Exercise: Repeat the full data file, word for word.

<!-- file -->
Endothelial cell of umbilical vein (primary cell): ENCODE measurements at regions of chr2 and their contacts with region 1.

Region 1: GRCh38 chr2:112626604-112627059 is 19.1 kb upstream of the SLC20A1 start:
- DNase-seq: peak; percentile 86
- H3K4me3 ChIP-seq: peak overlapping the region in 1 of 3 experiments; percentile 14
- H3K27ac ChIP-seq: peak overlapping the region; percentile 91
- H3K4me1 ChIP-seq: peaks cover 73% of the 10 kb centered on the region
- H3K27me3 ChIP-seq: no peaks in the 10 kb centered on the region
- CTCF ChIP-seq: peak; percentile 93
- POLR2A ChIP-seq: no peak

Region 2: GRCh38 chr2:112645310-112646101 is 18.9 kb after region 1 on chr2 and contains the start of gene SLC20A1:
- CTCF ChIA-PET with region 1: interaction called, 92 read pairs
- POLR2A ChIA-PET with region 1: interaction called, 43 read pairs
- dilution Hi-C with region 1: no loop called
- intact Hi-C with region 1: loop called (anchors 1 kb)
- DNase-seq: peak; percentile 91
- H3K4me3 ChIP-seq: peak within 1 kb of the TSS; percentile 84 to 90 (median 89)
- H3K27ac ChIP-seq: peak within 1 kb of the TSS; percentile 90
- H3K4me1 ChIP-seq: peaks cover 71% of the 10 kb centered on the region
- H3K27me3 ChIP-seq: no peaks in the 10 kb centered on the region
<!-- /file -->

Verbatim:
Endothelial cell of umbilical vein (primary cell): ENCODE measurements at regions of chr2 and their contacts with region 1.

Region 1: GRCh38 chr2:112626604-112627059 is 19.1 kb upstream of the SLC20A1 start:
- DNase-seq: peak; percentile 86
- H3K4me3 ChIP-seq: peak overlapping the region in 1 of 3 experiments; percentile 14
- H3K27ac ChIP-seq: peak overlapping the region; percentile 91
- H3K4me1 ChIP-seq: peaks cover 73% of the 10 kb centered on the region
- H3K27me3 ChIP-seq: no peaks in the 10 kb centered on the region
- CTCF ChIP-seq: peak; percentile 93
- POLR2A ChIP-seq: no peak

Region 2: GRCh38 chr2:112645310-112646101 is 18.9 kb after region 1 on chr2 and contains the start of gene SLC20A1:
- CTCF ChIA-PET with region 1: interaction called, 92 read pairs
- POLR2A ChIA-PET with region 1: interaction called, 43 read pairs
- dilution Hi-C with region 1: no loop called
- intact Hi-C with region 1: loop called (anchors 1 kb)
- DNase-seq: peak; percentile 91
- H3K4me3 ChIP-seq: peak within 1 kb of the TSS; percentile 84 to 90 (median 89)
- H3K27ac ChIP-seq: peak within 1 kb of the TSS; percentile 90
- H3K4me1 ChIP-seq: peaks cover 71% of the 10 kb centered on the region
- H3K27me3 ChIP-seq: no peaks in the 10 kb centered on the region